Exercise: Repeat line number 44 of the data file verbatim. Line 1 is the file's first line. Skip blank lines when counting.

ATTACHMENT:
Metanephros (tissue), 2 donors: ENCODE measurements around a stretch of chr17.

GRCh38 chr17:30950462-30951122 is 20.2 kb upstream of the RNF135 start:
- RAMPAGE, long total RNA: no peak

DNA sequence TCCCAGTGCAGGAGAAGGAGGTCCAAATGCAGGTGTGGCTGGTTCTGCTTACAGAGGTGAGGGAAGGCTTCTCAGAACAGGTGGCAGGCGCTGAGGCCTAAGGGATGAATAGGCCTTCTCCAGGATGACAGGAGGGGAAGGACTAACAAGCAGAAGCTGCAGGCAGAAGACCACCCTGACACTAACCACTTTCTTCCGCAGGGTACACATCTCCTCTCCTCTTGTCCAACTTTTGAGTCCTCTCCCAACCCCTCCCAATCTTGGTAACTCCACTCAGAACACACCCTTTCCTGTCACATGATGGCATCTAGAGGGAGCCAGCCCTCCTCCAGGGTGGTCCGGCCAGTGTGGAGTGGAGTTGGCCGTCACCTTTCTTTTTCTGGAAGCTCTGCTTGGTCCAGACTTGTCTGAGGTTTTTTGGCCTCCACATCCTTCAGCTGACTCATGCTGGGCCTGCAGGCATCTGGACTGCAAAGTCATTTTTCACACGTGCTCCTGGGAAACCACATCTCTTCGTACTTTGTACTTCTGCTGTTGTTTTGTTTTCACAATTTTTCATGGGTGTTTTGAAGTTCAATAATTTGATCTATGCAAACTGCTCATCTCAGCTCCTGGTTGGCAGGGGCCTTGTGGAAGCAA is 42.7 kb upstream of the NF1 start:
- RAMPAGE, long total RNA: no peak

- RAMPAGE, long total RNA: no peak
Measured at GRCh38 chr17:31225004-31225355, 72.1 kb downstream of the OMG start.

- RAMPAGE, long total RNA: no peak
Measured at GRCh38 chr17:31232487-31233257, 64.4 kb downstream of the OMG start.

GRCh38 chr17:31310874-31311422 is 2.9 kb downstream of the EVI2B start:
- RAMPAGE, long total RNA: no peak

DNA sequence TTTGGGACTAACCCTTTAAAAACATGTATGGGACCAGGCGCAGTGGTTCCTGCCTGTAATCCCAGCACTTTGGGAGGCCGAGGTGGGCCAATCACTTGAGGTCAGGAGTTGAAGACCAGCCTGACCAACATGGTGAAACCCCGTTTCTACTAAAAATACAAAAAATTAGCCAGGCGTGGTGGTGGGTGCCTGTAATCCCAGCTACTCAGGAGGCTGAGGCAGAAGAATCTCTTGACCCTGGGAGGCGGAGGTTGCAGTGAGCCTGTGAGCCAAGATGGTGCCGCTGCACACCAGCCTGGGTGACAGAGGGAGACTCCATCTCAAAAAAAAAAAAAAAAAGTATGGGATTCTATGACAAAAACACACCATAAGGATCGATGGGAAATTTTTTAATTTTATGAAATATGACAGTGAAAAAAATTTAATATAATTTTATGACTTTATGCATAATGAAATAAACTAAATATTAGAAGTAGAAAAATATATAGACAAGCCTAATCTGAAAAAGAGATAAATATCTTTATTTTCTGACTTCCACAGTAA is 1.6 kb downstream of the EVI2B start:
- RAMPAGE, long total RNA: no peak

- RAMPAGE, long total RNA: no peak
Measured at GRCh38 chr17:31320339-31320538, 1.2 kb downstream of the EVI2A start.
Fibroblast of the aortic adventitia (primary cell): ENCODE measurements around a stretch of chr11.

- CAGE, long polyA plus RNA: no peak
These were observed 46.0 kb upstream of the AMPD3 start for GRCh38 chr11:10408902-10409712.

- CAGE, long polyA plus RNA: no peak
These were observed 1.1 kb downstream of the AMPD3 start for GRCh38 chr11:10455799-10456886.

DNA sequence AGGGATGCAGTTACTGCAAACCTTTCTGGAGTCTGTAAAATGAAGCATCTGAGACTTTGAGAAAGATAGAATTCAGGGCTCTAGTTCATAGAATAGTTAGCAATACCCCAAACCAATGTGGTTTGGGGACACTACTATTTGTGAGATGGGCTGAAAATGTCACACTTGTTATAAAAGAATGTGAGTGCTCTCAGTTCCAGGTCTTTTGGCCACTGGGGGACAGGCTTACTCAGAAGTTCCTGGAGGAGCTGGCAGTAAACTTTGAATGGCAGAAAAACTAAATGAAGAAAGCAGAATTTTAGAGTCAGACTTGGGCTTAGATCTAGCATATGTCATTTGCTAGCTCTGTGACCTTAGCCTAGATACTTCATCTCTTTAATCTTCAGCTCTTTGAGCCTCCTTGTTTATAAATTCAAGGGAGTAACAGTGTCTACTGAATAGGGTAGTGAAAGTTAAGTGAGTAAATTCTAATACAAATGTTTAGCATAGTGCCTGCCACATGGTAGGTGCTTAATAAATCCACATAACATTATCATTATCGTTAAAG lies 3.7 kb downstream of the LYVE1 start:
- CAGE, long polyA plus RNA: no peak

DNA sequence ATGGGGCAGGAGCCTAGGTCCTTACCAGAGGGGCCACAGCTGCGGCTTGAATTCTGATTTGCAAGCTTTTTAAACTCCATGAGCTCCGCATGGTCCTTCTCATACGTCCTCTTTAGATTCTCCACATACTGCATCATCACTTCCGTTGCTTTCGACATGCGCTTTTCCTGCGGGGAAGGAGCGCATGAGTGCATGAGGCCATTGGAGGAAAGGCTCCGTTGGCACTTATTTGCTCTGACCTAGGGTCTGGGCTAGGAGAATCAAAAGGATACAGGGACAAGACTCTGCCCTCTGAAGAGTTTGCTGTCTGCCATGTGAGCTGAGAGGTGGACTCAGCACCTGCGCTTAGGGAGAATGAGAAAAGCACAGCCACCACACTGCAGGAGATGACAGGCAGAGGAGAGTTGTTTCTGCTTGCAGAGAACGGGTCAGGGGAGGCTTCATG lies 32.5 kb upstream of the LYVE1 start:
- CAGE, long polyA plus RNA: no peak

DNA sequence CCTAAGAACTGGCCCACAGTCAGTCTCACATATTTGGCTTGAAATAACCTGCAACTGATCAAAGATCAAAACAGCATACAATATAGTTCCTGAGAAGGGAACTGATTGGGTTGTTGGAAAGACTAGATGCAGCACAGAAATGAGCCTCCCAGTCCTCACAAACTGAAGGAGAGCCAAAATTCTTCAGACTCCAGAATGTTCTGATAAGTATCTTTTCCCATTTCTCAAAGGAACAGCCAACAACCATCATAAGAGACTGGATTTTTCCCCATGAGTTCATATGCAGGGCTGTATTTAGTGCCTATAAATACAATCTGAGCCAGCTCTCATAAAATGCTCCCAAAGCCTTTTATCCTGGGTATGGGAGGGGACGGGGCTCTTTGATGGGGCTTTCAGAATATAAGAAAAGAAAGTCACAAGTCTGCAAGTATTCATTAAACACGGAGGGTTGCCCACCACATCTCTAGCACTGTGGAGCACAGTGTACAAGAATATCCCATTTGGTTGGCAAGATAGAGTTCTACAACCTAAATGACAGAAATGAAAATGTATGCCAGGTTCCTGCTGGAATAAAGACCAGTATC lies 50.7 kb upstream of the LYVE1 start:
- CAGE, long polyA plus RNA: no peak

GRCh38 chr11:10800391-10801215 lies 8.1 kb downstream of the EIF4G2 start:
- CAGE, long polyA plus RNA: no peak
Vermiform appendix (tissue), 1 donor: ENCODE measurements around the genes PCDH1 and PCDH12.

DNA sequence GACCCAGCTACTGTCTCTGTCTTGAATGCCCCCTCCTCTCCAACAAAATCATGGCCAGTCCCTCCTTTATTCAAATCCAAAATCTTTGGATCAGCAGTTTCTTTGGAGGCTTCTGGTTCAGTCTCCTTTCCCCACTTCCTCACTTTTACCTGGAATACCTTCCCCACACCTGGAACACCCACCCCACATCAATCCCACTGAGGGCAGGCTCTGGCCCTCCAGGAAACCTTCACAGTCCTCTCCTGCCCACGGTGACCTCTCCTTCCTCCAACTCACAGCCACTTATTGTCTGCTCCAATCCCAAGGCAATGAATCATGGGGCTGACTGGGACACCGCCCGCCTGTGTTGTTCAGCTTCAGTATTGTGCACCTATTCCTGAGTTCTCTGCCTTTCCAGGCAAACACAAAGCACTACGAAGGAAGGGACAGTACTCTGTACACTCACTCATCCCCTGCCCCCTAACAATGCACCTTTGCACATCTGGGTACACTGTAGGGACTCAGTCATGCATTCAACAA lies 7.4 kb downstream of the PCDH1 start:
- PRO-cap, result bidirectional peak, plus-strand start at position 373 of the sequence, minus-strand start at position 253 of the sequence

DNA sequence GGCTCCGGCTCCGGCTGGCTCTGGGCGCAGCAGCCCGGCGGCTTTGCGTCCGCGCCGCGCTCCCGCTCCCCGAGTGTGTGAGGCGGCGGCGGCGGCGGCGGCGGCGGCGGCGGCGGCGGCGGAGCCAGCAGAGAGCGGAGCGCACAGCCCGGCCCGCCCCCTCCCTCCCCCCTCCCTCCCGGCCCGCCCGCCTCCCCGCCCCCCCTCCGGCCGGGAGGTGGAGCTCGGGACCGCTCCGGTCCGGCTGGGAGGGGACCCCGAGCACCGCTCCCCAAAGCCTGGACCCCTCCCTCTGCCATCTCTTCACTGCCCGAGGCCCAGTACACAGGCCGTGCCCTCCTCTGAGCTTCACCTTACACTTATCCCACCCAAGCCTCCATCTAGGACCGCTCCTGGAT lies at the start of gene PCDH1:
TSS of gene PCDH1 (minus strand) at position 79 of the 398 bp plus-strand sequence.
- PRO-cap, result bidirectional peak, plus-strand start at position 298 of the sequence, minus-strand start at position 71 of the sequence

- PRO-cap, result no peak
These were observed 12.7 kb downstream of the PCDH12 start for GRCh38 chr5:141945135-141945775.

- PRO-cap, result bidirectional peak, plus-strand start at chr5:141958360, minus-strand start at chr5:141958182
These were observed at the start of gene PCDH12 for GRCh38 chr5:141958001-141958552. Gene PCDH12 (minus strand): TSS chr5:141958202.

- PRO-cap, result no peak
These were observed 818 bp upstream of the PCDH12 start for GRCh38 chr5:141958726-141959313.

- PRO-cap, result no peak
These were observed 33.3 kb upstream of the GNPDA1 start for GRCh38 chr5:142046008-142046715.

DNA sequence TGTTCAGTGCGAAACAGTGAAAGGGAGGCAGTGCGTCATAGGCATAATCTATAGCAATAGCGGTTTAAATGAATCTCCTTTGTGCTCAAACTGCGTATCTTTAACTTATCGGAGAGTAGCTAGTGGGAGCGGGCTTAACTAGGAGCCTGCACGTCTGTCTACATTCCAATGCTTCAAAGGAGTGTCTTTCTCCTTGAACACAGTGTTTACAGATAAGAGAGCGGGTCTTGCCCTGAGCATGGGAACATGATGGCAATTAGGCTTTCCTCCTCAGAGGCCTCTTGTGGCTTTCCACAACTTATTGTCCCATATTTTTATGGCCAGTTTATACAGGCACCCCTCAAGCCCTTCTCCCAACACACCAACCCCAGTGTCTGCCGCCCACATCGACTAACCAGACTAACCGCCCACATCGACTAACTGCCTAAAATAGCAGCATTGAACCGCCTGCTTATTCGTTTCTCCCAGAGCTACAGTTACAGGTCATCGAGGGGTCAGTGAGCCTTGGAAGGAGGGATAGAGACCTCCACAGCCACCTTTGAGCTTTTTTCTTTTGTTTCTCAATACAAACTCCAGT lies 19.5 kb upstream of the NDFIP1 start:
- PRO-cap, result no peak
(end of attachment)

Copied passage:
- PRO-cap, result no peak